Secondly, public schools with or without mandated “best practices” or minimum standards can fail every year (and get worse every year) and not only get fully funded but receive increased appropriations to improve. It never ends. As long as policy makers and special interest groups like the Interfaith Alliance are well-meaning and are willing to dip into the public’s pocketbook a little more, it’s all OK. Just a few more dollars and one more regulation and it’ll get better.
Private schools work on a different system. If Joshua Christian Academy doesn’t deliver a good product after a few years, they aren’t going to be around anymore. If Joshua Christian Academy doesn’t meet the expectations of low income families who have dreams for their kids and are sacrificing to pay for part of the tuition cost, they are going to send them back to public schools where it is at least free and in many cases closer to home!
Liberal quasi-faith leaders like those at the Interfaith Alliance also fail to understand the motivation behind starting a school like Joshua Christian Academy. They don’t work outside of a political construct so they can’t understand the love and passion Ratliff, Hurley, and the many who are working alongside them have for these kids. It’s obvious if you know them at all that the founders of Joshua Christian Academy want nothing but the best for them and feel called by God to pour themselves into these kids. They could do a mediocre job of educating and these kids would benefit from unconditional love, commitment, and support. Parents who want to instill values in their children will have a friend in the educators at school. This is a huge motivating factor for parents and teachers and one that is too often missing from the public school picture. There are many amazing, passionate, and loving teachers in the public school system but too often the policy makers and administrators they have to work with rarely know how to foster the right environment in which to effectively teach. The Friedman Foundation’s recent research on teacher satisfaction in the workplace is very enlightening on this subject.
Ms. Terrell: “The word school is not accurate. The Iowa Department of Education considers such establishments simply as a group of home-schooled students being taught in a more formal setting. In such settings, children do not have to be assessed to determine if they are making adequate progress. Curriculum used may not be resources endorsed by the educational community.”
The Iowa Department of Education and lawmakers generations ago decided that Iowa would treat private schools differently than any other state in the Union. And now the Interfaith Alliance is using this to mislead Iowans into thinking that state accreditation is somehow normal for private schools. Iowa’s private schools have had a great working relationship with the state for many decades. This relationship has been increasingly strained, however, as the Department is increasingly putting pressure on private schools seeking to innovate or practice their faith without state pressure to compromise their faith. Private schools across the state, thankfully, are resisting that pressure.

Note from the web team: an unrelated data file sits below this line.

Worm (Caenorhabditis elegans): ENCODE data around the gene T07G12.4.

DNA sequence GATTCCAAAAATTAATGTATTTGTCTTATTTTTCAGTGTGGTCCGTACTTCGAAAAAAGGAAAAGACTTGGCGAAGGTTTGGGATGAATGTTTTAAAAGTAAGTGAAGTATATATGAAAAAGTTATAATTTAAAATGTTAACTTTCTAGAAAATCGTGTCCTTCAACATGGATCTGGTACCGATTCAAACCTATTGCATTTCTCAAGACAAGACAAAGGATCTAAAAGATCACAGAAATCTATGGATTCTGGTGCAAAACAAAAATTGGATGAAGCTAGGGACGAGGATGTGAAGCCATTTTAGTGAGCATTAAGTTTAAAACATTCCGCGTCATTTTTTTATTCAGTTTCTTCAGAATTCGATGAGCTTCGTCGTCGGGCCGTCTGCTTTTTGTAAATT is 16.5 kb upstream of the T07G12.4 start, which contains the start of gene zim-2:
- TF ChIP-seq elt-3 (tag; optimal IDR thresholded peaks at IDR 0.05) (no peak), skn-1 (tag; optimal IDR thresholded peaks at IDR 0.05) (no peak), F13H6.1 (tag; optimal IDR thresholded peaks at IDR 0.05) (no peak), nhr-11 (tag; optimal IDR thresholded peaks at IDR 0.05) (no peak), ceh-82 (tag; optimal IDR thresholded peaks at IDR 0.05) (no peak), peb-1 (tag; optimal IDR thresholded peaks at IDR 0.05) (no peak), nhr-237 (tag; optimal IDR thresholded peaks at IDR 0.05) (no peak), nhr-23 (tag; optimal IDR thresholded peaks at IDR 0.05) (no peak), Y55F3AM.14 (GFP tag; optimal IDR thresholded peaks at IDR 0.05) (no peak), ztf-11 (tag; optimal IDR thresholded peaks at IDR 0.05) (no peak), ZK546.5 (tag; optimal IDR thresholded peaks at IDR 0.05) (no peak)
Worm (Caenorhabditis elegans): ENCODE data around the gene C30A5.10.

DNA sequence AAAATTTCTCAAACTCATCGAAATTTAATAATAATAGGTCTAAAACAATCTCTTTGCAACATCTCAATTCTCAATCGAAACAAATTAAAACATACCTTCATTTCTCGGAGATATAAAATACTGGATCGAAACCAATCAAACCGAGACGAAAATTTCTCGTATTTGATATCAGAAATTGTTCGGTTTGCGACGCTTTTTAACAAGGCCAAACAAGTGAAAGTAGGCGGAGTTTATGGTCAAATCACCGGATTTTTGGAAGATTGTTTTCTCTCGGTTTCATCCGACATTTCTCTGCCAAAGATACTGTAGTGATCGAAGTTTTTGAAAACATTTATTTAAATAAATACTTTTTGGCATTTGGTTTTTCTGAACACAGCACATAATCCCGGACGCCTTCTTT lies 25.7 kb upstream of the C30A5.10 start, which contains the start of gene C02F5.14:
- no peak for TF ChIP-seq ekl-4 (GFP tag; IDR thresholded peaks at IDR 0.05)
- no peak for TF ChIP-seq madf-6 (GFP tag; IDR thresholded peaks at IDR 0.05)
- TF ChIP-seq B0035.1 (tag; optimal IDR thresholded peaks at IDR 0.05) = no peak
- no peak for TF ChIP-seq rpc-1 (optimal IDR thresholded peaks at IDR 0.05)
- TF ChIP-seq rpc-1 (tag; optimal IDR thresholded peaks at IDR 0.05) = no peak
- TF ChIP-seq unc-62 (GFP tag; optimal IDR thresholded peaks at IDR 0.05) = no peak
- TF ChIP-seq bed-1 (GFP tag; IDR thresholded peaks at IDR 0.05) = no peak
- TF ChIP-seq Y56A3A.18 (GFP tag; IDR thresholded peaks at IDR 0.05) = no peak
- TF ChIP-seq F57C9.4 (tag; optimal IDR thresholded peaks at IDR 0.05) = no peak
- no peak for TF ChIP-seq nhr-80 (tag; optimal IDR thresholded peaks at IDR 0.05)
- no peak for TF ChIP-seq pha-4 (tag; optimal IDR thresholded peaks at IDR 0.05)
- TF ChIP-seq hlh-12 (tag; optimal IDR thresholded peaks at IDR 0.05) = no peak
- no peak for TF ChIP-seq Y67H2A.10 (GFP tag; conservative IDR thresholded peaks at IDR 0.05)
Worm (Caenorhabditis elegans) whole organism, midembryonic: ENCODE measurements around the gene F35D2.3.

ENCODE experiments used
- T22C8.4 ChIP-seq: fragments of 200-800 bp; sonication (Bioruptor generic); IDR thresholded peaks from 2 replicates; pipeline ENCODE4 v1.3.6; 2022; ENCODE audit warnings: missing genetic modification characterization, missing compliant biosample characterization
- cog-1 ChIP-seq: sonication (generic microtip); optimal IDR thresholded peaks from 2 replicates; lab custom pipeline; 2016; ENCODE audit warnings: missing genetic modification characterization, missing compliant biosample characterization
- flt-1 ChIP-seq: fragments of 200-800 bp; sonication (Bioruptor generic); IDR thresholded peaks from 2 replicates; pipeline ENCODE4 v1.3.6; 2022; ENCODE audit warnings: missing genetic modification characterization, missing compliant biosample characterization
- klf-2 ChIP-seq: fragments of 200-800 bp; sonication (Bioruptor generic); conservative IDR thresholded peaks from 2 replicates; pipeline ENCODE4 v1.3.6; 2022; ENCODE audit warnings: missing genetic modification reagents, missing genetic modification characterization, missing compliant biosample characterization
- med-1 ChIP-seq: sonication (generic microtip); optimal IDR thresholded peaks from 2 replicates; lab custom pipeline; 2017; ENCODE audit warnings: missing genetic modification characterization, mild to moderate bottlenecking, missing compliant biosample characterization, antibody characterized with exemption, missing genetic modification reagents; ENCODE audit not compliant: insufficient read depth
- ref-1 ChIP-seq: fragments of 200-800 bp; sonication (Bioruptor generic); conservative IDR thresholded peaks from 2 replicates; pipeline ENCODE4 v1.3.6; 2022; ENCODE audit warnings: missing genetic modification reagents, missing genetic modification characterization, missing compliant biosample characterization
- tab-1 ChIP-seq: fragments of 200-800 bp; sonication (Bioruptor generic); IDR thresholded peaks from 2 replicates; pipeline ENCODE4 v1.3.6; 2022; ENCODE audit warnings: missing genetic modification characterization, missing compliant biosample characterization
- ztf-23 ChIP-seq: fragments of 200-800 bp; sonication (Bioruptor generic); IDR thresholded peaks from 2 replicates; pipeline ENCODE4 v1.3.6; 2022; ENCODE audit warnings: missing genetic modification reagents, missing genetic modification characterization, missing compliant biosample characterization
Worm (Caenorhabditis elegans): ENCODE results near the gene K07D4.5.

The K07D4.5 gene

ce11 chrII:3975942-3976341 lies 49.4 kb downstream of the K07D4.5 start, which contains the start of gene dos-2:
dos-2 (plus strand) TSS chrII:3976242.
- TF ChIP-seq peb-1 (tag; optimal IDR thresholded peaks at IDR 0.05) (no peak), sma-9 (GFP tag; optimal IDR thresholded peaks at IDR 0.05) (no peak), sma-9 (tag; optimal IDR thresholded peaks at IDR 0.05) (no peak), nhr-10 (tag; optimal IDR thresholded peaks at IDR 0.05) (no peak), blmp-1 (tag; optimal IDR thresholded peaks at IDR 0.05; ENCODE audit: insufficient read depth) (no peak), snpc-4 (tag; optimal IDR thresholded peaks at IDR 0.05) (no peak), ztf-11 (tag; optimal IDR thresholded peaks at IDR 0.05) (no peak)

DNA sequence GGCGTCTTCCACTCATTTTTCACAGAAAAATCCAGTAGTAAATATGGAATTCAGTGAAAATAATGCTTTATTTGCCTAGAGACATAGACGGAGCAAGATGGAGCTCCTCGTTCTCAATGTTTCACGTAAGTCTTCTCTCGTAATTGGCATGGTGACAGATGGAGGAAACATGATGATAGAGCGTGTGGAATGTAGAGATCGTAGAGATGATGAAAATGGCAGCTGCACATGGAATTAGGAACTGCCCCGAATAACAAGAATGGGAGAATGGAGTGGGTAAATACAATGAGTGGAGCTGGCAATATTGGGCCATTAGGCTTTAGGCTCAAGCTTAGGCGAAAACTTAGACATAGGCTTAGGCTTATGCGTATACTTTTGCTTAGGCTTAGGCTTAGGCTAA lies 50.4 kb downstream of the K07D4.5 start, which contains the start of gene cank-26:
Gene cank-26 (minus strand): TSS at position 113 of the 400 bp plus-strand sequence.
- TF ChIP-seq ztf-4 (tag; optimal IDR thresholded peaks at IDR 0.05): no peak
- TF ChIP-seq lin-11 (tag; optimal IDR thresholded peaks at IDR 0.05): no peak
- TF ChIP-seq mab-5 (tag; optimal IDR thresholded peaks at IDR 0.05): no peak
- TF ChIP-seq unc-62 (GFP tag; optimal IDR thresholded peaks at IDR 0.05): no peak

However, the idea that state accreditation makes a school a “school” is asinine. Joshua Christian Academy will be more in line with private schools nationwide. And it’s notable that Connie Ryan Terrell left out the detail that Joshua Christian Academy will employ licensed teachers (which they didn’t need to do!).
Also, is the Interfaith Alliance prepared to take the stance that homeschooling is somehow inferior to public schools too? Considering the fact that Ivy League schools are competing for homeschool students and the largest growth in homeschooling is among liberal leftists, I’d be willing to bet they’ll be silent on the subject for a while.
Ms. Terrell: “The early years of education are critically important for the future success of all students. Why create a school that does not give students the best possible chance to be successful in school and in life?”
If she was honest, she would have mentioned that the schools in the area of Joshua Christian Academy are not exactly model schools in giving the neighborhood’s kids the “best possible chance to be successful.” Why not offer an alternative? What if it works? What if it inspires the public schools in the area to keep up with the academic success of Joshua Christian Academy students? Who are we to tell parents that their children are required to go to mediocre or failing schools? Shame on the Interfaith Alliance for not standing up for parental choice in education.
A few things seem clear: The Interfaith Alliance doesn’t trust the parents living around Joshua Christian Academy to make good choices regarding their child’s education. The Interfaith Alliance will oppose any religious organization that doesn’t agree with their liberal theology (so much for protecting “faith and freedom”). The Interfaith Alliance of Iowa has no idea what goes on in a private school or how private schools function outside of the state of Iowa.
The Interfaith Alliance should stick to what it’s good at – candidate questionnaires for its own constituents. Leave the commentary to people who have done their homework, are truly tolerant, and have an open mind.